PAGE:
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The first Independent Iraqi Film Festival launches online | News



The first edition of the Independent Iraqi Film Festival (IIFF) featuring Iraqi movie-makers kicks off on Friday and runs for a week. Thirteen films will be streamed online on its website free of charge.

The festival opens with a documentary by prominent director Mohammed al-Daradji, Iraq: War, Love, God and Madness (2008), which tells the story of the ordeal he went through while shooting his film Ahlaam (2005) in Baghdad, just months after the US invasion of Iraq.

The only non-virtual event in the festival programme will take place at Curzon Soho cinema in London, where the feature film Baghdad in My Shadow (2019) of Swiss-Iraqi director Samir will be screened on the closing night.

“This year, due to the virus, we are all in really difficult situation as filmmakers. The cinemas are closed, the festivals are closed. It was a really wonderful opportunity to show my film in this online festival,” Samir, who only goes by his first name, told Al Jazeera. “Doing a special event in London is a relief for me as a filmmaker.”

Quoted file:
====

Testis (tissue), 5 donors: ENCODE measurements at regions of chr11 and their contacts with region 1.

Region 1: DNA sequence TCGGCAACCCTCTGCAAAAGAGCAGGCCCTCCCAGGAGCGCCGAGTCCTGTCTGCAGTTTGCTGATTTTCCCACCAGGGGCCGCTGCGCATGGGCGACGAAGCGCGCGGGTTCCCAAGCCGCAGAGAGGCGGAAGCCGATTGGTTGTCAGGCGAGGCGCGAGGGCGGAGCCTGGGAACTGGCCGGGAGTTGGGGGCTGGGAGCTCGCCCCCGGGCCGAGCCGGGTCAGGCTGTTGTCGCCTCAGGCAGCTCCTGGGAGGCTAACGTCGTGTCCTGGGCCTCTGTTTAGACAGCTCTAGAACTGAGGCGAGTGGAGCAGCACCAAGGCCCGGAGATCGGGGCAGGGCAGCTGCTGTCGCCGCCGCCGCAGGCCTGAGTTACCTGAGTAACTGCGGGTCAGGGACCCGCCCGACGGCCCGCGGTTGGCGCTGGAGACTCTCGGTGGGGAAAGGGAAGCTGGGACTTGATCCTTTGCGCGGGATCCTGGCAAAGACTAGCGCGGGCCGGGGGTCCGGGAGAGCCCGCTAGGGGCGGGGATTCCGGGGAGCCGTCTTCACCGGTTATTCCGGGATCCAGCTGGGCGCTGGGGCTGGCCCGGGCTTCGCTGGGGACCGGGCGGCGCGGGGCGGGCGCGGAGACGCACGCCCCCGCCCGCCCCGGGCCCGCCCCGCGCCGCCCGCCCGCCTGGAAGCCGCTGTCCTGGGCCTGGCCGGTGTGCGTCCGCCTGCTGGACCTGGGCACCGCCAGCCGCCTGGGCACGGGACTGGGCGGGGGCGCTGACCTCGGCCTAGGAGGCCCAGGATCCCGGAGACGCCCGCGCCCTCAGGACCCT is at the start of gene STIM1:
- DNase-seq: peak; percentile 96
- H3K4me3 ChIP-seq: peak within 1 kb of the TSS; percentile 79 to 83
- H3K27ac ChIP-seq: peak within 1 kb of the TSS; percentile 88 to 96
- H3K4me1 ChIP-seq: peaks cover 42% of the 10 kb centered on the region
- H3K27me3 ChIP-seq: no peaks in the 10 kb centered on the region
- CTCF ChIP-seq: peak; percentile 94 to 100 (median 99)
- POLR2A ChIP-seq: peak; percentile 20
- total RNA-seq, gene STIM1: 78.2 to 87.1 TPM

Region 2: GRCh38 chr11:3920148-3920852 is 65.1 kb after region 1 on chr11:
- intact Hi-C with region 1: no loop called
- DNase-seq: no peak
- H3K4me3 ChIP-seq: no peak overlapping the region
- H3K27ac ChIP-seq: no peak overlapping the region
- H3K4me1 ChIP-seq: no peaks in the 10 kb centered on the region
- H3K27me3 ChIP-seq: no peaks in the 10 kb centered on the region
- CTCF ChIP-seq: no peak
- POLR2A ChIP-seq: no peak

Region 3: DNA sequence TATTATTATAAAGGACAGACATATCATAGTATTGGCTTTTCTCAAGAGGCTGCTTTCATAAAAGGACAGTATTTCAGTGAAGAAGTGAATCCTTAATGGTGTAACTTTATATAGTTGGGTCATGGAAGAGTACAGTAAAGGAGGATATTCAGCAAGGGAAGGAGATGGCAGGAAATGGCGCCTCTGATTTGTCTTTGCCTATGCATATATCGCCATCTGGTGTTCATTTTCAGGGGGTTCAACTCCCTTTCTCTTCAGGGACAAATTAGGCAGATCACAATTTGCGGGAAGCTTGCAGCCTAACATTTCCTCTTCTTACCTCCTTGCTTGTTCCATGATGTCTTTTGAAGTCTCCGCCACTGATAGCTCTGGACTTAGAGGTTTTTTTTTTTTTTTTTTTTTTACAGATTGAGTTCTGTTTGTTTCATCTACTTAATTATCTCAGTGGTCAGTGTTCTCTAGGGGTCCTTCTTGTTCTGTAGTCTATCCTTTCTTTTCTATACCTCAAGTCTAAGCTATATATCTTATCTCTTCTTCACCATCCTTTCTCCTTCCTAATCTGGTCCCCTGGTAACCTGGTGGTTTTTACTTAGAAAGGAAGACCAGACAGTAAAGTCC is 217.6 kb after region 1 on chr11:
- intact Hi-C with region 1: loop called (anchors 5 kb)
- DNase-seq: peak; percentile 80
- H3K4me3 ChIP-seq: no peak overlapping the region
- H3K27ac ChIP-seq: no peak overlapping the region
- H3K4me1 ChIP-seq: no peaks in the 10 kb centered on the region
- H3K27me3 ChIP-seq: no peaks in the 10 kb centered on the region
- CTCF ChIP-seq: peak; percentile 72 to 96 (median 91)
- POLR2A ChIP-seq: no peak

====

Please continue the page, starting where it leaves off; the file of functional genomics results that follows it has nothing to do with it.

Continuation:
The festival selection includes short and feature-length fiction films and documentaries by established and emerging Iraqi directors based in Iraq and the diaspora. The programme has two strands of short films dedicated to new-wave filmmaking and to contemporary feminism in Iraqi cinema.

‘Operating independently’

The festival is an independent initiative by four Iraqis living in the diaspora: Ahmed al-Habib, founder of the shakomakonet digital platform; Israa al-Kamali, an Iraqi writer and poet; Shahnaz Dulaimy, a feature-film editor; and Roisin Tapponi, an editor, curator and founder of the Habibi collective.

The organisers say they refused funding from various establishments and did not seek affiliations with private or public institutions in order to retain full creative freedom.